By Juan Cole | (Informed Comment) | – –
With the Iraqi campaign against ISIL having wrested from it Mosul and Talafar, and with Hawija and Qaim really the last two areas where it actually controls a town, you have to wonder if ISIL was ever all that formidable. Three years after it announced its caliphate in Mosul, it is now dealing with the greatest losses of territory, men and materiel since the fall of the Taliban in 2001-2002.
In some ways ISIL goes back to 2003, when as a result of the US invasion and occupation of Iraq, the Jordanian terrorist who had infiltrated Iraq, Abu Musab Zarqawi, swallowed his pride and asked to join al-Qaeda. Zarqawi had been in Afghanistan in 1989 but had not gotten along with Bin Laden or the al-Qaeda leadership at that time. Faced with the US occupation, he asked to be let in, and Bin Laden and Ayman al-Zawahiri allowed it. Thus was born al-Qaeda in Mesopotamia (“between the two rivers).
Zarqawi just wanted to engage in ordinary terrorism. But the US only had between 100,000 and 160,000 troops in Iraq, a country of some 26 million, and the Bush administration had dissolved the Iraqi army. The local police could not deal with a building guerrilla insurgency. So the US troops were extremely light on the ground. Moreover, they did not know Arabic or local culture and most often never held more than the ground they stood on.
Zarqawi recruited a lot of Iraqi Sunni nationalists who were deeply upset about the way the US had turned Iraq over to pro-Iran Shiites and to Kurds, and who thought they saw in American weakness an opportunity to take and hold territory and build a new Sunni-based state that could eventually take over all of Iraq. When the US, with Jordanian help, killed Zarqawi in 2006, his successors turned the organization into the Islamic State of Iraq and his first vicar was Abu Omar al-Baghdadi, a nom de guerre.
They gradually did come to hold villages and neighborhoods throughout northern and Western Iraq, i.e. in Sunni-majority territory. In 2011 when the Syrian revolution turned to civil war, some of them went off to fight in that country, so the organization became the Islamic State of Iraq and the Levant (i.e. greater Syria). In 2013 the organization split into Syrian al-Qaeda (now the Syrian Conquest Front, but for a long time the Nusra Front) and ISIL, because ISIL kept acting opportunistically and stabbing the other Sunni extremists in the back. Al-Zawahiri concurred in kicking ISIL out of al-Qaeda.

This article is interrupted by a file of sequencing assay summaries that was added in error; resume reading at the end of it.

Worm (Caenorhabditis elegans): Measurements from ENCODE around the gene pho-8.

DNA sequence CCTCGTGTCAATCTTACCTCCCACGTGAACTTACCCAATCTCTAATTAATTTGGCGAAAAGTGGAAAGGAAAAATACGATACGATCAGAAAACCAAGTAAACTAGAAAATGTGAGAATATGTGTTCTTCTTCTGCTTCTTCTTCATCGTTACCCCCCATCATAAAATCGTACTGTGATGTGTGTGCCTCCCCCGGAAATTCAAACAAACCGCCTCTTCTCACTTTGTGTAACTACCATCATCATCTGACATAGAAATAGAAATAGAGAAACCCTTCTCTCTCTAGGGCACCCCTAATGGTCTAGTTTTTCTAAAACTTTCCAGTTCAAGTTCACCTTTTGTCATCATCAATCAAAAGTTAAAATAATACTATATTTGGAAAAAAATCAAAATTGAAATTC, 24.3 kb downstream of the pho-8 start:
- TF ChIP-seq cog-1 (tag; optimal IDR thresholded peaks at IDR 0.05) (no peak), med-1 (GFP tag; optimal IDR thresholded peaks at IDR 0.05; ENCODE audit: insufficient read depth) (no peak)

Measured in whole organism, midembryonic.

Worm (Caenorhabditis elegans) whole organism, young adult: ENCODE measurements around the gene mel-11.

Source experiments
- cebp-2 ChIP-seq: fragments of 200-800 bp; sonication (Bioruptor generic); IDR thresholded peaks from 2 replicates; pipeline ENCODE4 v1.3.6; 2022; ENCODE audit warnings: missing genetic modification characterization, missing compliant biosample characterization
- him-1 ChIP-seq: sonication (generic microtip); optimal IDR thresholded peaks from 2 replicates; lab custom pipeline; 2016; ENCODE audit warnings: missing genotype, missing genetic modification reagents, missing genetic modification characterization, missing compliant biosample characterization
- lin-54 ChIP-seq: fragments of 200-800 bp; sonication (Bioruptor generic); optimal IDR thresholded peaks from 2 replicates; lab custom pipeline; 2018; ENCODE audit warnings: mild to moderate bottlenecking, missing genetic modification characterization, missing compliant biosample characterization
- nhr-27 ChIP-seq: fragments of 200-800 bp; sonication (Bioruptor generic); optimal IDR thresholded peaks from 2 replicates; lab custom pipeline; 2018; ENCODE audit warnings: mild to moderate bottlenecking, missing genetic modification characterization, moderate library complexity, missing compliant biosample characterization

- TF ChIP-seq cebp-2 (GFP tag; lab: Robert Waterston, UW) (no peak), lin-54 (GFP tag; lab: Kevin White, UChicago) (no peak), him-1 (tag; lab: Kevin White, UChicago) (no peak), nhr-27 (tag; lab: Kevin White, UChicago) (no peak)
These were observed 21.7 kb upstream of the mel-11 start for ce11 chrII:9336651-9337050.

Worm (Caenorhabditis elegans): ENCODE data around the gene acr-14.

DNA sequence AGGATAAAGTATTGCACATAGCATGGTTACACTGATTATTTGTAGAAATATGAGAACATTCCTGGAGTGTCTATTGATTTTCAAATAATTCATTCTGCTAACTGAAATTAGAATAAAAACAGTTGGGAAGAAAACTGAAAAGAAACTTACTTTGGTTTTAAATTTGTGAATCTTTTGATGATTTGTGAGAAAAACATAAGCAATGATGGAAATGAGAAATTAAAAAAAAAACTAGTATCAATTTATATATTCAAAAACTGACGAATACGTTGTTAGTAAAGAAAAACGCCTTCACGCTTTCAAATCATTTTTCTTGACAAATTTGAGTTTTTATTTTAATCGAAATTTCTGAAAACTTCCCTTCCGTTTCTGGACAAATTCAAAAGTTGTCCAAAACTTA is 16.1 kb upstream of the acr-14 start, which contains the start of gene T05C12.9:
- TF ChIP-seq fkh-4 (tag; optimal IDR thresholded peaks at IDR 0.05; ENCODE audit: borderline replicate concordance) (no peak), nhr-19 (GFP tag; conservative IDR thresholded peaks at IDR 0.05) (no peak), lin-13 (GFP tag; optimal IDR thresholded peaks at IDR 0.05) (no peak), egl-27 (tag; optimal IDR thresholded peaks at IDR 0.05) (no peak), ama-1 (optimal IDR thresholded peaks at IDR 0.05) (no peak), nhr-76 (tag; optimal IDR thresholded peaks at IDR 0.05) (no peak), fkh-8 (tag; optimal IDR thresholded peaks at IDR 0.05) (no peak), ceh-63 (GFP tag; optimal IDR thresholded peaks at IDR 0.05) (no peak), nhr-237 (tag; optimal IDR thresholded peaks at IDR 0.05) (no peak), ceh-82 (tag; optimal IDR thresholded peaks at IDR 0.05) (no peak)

In 2014 ISIL took over 40% of Iraq’s territory, gaining the backing of Sunni Arab elites in Mosul, Falluja, Ramadi and so forth. It wasn’t that the relatively secular-minded people of Mosul, who had been brought up socialist Baathists and non-religious Arab nationalists, suddenly got religion. They just wanted anything besides Shiite rule.
Since 2014, the Iraqi government counter-terrorism brigades, with US and coalition air support and help from Shiite militias, has rolled up ISIL throughout Iraq. Only two small pockets of territory still belong to it, though it haunts a number of other neighborhood sort of the way a covert organized crime mob might.
Likewise, ISIL in Eastern Syria is on the verge of being annihilated, with US backed Kurds holding half of Raqqa city, the ISIL HQ, and Syrian government troops, commanded largely by an Alawite Shiite officer corps, closing in on Deir al-Zor, the other major remaining ISIL-held territory in Syria.
So the answer is yes, ISIL was a flash in the pan. All that talk about redrawing the Sykes Picot borders that cut Syria and Iraq off from one another has fallen by the wayside. Iraq and Syria are not far from restoring the status quo ante that has prevailed for a century.
What is not a flash in the pan is Sunni Arab grievance in the Fertile Crescent, which is dominated by governments that lean toward the Shiites.
Sunni Arab militancy may have been tempered by the horrible experience most people had living under ISIL. Others may seek some other way for Sunni Arabs to assert themselves. In Europe, a sullen and defeated ISIL may attempt to recruit malcontents and put them up to revenge terrorism, or even plot the radicalization of Western Muslims through promoting Trump-style persecution of them.
As ISIL is defeated over time, some people may turn to extremism to avenge it. The threat of a new wave of terrorism, especially in Europe, cannot be ruled out as Raqqa falls.
Sunni Arab nationalism in Iraq, Syria and Lebanon is not going away any time soon, and their powerful sense of grievance will drive further tragedies in the region, and abroad.